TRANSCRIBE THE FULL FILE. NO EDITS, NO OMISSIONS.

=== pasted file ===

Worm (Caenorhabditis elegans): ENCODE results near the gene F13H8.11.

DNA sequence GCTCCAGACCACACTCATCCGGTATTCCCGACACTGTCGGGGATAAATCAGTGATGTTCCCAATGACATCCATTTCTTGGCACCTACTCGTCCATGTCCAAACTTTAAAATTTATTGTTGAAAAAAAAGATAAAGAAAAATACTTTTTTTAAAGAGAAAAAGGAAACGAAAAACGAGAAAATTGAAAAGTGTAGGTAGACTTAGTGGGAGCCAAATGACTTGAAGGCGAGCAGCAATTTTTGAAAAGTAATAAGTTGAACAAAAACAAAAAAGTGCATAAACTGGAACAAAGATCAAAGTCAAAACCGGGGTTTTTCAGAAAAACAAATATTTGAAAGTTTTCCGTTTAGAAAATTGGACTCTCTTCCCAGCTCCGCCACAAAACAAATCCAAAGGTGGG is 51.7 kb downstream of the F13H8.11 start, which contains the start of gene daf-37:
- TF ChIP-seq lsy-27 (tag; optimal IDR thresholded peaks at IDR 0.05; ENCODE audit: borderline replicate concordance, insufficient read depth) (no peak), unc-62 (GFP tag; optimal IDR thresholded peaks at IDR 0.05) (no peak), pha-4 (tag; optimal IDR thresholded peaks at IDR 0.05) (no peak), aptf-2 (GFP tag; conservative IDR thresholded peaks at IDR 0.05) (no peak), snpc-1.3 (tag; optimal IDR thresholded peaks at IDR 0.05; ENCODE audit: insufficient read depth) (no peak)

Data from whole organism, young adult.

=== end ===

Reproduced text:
Worm (Caenorhabditis elegans): ENCODE results near the gene F13H8.11.

DNA sequence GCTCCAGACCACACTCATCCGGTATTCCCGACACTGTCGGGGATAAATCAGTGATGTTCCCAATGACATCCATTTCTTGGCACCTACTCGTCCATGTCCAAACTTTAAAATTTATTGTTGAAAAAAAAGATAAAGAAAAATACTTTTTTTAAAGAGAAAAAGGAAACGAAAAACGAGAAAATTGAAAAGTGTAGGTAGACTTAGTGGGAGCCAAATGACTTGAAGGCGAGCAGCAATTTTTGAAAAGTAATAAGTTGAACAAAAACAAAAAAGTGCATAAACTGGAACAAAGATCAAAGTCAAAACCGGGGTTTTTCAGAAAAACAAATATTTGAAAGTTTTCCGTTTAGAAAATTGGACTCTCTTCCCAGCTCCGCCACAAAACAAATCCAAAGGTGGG is 51.7 kb downstream of the F13H8.11 start, which contains the start of gene daf-37:
- TF ChIP-seq lsy-27 (tag; optimal IDR thresholded peaks at IDR 0.05; ENCODE audit: borderline replicate concordance, insufficient read depth) (no peak), unc-62 (GFP tag; optimal IDR thresholded peaks at IDR 0.05) (no peak), pha-4 (tag; optimal IDR thresholded peaks at IDR 0.05) (no peak), aptf-2 (GFP tag; conservative IDR thresholded peaks at IDR 0.05) (no peak), snpc-1.3 (tag; optimal IDR thresholded peaks at IDR 0.05; ENCODE audit: insufficient read depth) (no peak)

Data from whole organism, young adult.